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10001-declarations

18-IB13 3/6/2018 FOIA Opinion Letter to Ms. Fleur McKendell re: FOIA Complaint Concerning the Department of Insurance

Written on: March 7th, 2018 in 10001 Declaration of Policy

PRINT VERSION: Attorney General Opinion No. 18-IB13

OFFICE OF THE ATTORNEY GENERAL OF THE STATE OF DELAWARE

Attorney General Opinion No. 18-IB13

March 6, 2018

VIA U.S. MAIL & EMAIL

Fleur McKendell
44 East Fred Circle
Camden, DE 19934
mckendellf@gmail.com

 

Re:  FOIA Correspondence Concerning the Delaware Department of Insurance

 

Dear Ms. McKendell:

I write in response to your correspondence alleging that the Delaware Department of Insurance violated the public records provisions of Delaware’s Freedom of Information Act, 29 Del. C. §§10001-10007 (“FOIA”).  I treat your correspondence as a petition for a determination pursuant to 29 Del. C. §10005 regarding whether a violation of FOIA has occurred or is about to occur (“Petition”).  Specifically, you allege that DOI violated FOIA by denying your request for certain records.[1]  For the reasons set forth below, it is my determination that DOI did not violate FOIA as alleged.

On or about February 3, 2018, you sent a FOIA request to DOI for “any and all electronic correspondence to the request, review, processing, approval or denial of Fleur McKendell’s (self) ADA accommodation requests dated from 8/1/2017 through 2/3/2018.  The State of Delaware Microsoft Outlook email accounts that would likely prove responsive to this request include but are not limited to: Fleur McKendell (Department of Insurance), Frank Pyle (Department of Insurance), Jenifer Vaughn (Department of Insurance), Stuart Snyder (Department of Insurance) and Jessica Willey (Attorney General’s Office and Department of Insurance).certain information realted to your employment.”  On February 23, 2018, DOI denied your request pursuant to 29 Del. C. § 10002(l)(1), which provides that “[a]ny personnel, medical or pupil file, the disclosure of which would constitute an invasion of personal privacy, under this legislation or under any State or federal law as it relates to personal privacy” is not a public record.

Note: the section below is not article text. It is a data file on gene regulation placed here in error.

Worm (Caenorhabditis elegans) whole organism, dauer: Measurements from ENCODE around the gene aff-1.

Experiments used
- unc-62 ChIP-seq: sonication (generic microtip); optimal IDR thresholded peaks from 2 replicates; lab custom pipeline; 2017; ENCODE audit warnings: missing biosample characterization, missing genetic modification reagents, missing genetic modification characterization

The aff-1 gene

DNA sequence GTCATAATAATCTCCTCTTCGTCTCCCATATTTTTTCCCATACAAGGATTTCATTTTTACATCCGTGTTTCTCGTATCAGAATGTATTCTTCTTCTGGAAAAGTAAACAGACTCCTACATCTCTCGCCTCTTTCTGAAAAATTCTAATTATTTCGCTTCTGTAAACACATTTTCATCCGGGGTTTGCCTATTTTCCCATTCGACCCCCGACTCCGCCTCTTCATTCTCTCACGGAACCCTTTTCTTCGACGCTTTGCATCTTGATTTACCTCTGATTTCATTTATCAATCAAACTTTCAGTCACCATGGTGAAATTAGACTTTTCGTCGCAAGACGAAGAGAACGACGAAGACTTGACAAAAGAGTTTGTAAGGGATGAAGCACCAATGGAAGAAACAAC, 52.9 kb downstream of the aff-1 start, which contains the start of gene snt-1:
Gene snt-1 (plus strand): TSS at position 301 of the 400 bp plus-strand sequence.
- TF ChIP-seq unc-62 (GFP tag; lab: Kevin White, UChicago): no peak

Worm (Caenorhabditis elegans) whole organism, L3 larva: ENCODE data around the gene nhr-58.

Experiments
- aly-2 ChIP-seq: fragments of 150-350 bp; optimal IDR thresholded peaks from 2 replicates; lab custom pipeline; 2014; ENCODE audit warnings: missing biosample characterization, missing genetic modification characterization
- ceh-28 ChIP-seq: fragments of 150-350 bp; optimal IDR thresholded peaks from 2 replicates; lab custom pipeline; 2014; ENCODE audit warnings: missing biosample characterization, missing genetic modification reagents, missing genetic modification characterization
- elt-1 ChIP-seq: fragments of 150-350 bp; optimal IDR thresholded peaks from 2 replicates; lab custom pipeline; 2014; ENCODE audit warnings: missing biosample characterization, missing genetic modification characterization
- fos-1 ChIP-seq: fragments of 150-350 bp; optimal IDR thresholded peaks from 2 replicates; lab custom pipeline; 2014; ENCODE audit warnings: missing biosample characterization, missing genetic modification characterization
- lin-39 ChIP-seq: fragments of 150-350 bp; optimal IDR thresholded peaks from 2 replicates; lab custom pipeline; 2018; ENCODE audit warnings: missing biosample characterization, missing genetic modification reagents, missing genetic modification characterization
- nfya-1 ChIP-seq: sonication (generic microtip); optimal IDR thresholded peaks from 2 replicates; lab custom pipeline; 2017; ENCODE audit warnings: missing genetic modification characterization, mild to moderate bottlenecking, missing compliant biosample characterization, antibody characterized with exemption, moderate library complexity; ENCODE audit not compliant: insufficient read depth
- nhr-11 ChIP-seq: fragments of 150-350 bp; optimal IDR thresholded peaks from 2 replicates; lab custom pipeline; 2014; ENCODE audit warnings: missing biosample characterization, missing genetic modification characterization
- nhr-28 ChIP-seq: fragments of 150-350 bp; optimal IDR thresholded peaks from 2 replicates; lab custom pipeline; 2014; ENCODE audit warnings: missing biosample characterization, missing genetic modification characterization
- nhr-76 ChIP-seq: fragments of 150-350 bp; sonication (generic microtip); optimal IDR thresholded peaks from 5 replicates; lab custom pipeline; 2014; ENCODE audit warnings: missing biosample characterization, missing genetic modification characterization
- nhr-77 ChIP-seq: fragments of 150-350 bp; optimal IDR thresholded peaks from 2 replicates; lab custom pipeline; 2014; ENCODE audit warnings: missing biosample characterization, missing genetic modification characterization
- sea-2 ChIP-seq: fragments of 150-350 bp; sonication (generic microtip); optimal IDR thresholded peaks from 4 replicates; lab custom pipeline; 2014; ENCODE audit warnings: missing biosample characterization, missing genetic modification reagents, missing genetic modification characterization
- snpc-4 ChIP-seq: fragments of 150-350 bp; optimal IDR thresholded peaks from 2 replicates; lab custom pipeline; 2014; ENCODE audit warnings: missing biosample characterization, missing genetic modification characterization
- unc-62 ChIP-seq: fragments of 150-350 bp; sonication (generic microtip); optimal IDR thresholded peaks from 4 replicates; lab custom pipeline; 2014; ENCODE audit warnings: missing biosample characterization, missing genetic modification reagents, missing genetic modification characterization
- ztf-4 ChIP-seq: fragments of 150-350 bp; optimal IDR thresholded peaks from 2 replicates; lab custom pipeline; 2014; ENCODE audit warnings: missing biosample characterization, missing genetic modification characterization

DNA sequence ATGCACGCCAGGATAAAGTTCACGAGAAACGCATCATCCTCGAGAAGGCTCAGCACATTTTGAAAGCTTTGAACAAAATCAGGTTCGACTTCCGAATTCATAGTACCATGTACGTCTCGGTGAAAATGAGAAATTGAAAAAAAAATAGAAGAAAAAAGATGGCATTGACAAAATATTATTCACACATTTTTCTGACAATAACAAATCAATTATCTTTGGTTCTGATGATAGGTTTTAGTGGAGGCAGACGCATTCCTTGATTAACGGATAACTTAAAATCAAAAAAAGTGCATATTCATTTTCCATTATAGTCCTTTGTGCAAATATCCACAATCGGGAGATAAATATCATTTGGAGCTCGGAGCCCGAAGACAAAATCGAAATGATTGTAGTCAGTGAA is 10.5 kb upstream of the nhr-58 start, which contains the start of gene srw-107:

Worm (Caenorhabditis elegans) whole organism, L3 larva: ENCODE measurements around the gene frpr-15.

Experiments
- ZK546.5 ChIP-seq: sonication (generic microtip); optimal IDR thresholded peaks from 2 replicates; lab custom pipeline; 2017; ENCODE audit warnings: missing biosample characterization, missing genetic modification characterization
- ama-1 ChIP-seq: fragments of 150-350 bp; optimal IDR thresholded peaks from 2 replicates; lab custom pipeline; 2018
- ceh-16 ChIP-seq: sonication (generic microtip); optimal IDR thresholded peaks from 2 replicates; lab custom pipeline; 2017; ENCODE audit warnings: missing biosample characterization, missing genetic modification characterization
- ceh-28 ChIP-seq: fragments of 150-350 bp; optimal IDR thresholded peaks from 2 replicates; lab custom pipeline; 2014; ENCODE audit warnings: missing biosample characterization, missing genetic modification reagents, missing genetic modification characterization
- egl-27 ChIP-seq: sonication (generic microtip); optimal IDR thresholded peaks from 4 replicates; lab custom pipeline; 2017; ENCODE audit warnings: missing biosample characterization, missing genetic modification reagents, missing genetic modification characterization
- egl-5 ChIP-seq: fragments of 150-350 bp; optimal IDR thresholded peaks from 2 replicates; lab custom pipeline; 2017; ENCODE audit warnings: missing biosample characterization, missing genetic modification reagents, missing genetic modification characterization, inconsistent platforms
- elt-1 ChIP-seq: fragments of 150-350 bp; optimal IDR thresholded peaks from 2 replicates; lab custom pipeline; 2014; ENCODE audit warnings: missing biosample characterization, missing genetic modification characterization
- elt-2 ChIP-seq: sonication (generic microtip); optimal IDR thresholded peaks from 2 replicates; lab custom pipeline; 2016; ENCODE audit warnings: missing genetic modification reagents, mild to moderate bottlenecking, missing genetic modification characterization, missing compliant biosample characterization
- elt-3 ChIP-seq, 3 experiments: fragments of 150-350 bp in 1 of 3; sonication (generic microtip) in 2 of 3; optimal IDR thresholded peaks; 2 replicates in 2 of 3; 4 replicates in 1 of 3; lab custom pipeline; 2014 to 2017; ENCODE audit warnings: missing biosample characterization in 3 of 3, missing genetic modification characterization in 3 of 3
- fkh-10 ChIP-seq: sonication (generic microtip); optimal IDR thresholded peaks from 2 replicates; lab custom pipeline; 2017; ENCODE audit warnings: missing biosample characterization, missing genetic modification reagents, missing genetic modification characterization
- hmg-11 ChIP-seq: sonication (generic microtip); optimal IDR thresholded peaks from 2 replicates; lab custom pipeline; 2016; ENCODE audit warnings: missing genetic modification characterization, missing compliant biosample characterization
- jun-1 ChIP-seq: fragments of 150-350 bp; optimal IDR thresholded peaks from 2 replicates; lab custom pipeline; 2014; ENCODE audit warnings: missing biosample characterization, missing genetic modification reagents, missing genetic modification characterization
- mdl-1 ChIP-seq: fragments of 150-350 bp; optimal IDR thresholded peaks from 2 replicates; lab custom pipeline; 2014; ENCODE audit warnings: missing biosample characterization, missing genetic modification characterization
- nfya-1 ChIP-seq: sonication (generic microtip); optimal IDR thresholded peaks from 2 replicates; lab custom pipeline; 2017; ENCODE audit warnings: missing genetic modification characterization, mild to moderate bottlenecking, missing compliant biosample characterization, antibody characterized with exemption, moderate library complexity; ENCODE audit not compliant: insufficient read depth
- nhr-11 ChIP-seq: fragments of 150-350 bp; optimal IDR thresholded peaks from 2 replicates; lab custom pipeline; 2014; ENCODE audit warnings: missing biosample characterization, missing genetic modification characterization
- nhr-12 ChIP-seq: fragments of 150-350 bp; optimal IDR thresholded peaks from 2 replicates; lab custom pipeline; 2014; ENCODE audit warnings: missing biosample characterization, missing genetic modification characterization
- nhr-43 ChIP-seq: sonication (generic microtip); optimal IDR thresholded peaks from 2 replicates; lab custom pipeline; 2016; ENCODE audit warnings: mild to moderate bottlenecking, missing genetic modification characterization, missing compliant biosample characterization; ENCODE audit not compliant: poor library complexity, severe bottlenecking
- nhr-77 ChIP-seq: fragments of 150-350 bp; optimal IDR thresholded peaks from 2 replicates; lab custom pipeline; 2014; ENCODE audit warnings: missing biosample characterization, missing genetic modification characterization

“Public record,” as defined by FOIA, “is information of any kind, owned, made, used, retained, received, produced, composed, drafted or otherwise compiled or collected, by any public body, relating in any way to public business, or in any way of public interest, or in any way related to public purposes, regardless of the physical form or characteristic by which such information is stored, recorded or reproduced.”[2]  However, the statute also provides that certain categories of information “shall not be deemed public.”[3]  Among those categories of information that are exempted from FOIA’s definition of “public record” is “[a]ny personnel, medical or pupil file, the disclosure of which would constitute an invasion of personal privacy.”